(Note: while Jer is recovering from the tendonitis, I’m doing the best thing I know to take care of him: make really yummy food and watch sci-fi with him. And pray. Your prayers are appreciated.)
In my quest to be both frugal and creative in my cooking and baking experiments, I am making more and more staples from scratch. Most recently I have begun creating my own chicken stock and vegetable stock. This had always seemed to me to be a huge project, not worth the cost and effort when there were cans of Swanson goodness waiting on the grocery store shelves. But I have seen the light.
I roasted a chicken the other day (another cooking activity which is much easier than I always thought it was) and set about carving the bird and using the carcass for stock. Literally, it is as easy as cutting the chunks of meat off, tossing the carcass in a big pot with some herbs, onion, garlic, celery, and carrot, bringing it to a low boil, and then simmering for a couple hours. Let cool in the fridge, and the next day you can skim off the fat and strain the broth. Not only is it super flavorful, but you can easily get a couple of quarts of broth for practically nothing. (On average, cans of broth are usually around a dollar each for 14-16 oz, or about two cups. I made about 10 cups of stock with leftover veggies and bones. The chicken itself was less than a dollar a pound and the four pound bird lasted for several meals.)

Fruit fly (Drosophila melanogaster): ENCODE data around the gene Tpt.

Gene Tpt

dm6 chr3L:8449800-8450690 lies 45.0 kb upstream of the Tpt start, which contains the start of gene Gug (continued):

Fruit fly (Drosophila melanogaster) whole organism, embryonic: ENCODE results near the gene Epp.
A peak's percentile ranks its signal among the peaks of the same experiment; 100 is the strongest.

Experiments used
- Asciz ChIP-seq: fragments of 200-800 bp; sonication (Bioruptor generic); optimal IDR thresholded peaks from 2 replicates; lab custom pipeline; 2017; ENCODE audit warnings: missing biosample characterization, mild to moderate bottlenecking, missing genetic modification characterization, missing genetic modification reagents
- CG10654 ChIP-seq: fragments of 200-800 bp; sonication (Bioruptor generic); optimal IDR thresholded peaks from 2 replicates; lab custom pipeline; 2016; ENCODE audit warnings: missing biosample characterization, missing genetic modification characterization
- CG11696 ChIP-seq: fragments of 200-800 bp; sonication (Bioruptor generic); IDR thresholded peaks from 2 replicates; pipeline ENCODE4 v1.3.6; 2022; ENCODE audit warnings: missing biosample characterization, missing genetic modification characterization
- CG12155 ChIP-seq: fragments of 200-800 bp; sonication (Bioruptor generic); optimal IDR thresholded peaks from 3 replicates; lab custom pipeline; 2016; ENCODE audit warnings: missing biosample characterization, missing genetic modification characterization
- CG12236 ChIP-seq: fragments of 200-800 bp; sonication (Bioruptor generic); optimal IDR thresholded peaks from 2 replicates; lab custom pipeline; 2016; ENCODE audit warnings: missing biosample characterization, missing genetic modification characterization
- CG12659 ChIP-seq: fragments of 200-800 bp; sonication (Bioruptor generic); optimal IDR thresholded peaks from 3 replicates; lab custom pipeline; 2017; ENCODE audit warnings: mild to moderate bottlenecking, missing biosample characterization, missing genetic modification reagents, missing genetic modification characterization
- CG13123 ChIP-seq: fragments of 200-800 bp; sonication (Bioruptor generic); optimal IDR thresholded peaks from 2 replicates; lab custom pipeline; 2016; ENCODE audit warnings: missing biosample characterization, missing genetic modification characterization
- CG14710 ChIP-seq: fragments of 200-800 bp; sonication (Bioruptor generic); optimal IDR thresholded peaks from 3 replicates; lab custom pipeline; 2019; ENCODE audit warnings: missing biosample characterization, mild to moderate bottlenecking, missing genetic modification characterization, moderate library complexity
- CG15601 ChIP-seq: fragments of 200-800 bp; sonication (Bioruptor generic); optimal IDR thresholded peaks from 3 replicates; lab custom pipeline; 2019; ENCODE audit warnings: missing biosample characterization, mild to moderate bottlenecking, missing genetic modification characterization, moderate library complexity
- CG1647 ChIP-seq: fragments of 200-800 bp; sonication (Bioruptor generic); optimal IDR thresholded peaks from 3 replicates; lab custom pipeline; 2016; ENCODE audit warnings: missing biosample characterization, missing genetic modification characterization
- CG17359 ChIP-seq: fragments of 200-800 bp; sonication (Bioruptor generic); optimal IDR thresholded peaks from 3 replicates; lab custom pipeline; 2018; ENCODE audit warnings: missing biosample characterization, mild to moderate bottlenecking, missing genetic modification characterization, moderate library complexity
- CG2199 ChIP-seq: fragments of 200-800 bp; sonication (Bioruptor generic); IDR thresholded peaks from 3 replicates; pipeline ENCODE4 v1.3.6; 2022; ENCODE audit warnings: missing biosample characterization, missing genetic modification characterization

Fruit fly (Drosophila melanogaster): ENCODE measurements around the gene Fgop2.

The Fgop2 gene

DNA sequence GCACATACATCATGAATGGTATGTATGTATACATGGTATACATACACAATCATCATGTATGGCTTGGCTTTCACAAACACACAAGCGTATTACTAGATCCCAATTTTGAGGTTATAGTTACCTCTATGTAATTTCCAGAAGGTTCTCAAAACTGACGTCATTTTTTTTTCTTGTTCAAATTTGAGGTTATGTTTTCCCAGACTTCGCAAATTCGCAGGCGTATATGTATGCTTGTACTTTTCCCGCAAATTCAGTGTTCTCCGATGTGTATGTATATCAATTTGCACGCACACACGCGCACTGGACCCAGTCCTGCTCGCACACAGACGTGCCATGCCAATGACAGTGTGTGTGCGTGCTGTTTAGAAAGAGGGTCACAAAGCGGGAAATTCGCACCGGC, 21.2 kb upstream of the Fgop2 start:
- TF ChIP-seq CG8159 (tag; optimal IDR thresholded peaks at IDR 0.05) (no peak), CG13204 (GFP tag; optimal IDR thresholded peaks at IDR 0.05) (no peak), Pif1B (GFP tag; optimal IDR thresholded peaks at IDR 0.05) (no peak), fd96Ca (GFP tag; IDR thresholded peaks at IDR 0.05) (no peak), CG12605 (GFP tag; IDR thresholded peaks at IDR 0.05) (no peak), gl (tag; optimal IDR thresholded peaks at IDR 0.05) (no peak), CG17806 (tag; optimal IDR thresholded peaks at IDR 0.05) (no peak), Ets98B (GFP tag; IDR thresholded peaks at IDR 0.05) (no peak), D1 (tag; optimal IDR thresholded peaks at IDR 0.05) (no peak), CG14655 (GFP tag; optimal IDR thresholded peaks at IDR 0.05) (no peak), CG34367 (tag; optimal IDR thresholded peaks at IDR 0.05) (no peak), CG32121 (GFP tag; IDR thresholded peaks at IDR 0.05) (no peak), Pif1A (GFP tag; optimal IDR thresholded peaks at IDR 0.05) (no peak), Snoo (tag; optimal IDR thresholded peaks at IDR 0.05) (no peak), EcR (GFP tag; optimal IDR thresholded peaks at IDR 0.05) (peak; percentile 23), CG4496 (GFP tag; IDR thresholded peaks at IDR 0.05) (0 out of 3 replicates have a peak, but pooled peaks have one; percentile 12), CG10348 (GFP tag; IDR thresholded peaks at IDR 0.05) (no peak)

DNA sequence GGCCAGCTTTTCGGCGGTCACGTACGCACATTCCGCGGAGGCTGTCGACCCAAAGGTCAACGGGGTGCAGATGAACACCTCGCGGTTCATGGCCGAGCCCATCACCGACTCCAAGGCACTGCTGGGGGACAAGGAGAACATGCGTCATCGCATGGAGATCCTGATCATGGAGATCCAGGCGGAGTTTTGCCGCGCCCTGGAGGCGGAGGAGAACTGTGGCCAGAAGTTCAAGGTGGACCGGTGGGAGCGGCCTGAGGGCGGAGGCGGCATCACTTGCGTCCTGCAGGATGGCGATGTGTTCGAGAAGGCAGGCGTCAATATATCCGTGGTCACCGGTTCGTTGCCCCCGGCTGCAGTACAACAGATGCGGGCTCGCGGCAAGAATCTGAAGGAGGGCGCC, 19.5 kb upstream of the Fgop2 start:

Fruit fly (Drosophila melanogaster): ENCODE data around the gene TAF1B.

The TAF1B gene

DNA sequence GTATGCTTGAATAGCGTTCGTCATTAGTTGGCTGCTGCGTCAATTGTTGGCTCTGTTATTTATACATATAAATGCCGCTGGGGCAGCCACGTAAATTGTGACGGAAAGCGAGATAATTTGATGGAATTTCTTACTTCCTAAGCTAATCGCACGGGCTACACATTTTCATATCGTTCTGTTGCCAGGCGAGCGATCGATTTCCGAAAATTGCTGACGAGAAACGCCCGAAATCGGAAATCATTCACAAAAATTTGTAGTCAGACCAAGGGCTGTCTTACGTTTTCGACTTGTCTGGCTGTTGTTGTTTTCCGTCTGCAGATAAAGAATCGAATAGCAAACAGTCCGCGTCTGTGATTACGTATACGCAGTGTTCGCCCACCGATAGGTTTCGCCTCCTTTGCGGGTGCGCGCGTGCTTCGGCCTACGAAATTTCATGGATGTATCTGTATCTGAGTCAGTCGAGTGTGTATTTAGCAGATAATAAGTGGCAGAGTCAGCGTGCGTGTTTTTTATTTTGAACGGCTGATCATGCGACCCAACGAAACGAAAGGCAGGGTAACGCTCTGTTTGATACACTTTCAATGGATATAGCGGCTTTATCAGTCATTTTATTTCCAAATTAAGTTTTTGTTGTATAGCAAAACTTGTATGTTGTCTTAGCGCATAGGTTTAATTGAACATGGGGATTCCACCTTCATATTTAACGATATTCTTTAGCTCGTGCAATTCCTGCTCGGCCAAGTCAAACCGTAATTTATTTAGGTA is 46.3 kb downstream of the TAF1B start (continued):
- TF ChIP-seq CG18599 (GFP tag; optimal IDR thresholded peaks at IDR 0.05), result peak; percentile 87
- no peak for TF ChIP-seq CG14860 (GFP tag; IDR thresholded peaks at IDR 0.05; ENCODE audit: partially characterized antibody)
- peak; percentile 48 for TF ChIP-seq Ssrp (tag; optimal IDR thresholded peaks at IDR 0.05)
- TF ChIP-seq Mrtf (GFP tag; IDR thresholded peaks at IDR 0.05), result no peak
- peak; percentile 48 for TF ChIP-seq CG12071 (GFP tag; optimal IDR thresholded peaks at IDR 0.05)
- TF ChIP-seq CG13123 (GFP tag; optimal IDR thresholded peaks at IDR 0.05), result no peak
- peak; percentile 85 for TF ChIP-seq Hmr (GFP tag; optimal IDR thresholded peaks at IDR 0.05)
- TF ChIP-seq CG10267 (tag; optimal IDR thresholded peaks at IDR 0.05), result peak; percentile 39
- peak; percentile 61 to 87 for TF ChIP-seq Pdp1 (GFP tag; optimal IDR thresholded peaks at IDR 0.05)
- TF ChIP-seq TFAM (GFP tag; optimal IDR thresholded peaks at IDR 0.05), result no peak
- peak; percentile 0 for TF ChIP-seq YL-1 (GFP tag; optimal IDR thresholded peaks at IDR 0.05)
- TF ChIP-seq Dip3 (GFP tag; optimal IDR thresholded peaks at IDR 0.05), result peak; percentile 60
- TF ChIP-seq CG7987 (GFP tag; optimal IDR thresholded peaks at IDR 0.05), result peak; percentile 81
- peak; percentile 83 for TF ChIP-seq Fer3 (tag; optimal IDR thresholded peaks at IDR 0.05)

After that great success, I decided to try out another tip. To make stock, you don’t even need vegetables in good shape. You can use tops of celery and carrots, tops of onions, the tiny little garlic cloves from the center of the bulb, and other random bits. You can also check the fresh herbs section at the store and see what they have-I got a couple packages of fresh oregano and marjoram for 49 cents each (regularly $2). I started keeping cutoff parts of vegetables from my everyday cooking in a tupperware in the fridge. After a few days I had a nice little pile of castoffs. I tossed them in a pot with some of the herbs and a little salt and pepper, brought it to a boil, simmered for 45 minutes, then cooled and strained (you can strain it right away since there is no fat to skin off). Voila-vegetable broth from what would have ended up in the garbage or compost.
I’m a believer. No more canned broth for me! And this success in the ingredients-from-scratch field has emboldened me to try other ideas. Check out this article on homemade pantry staples. I think I am going to give homemade yogurt a try!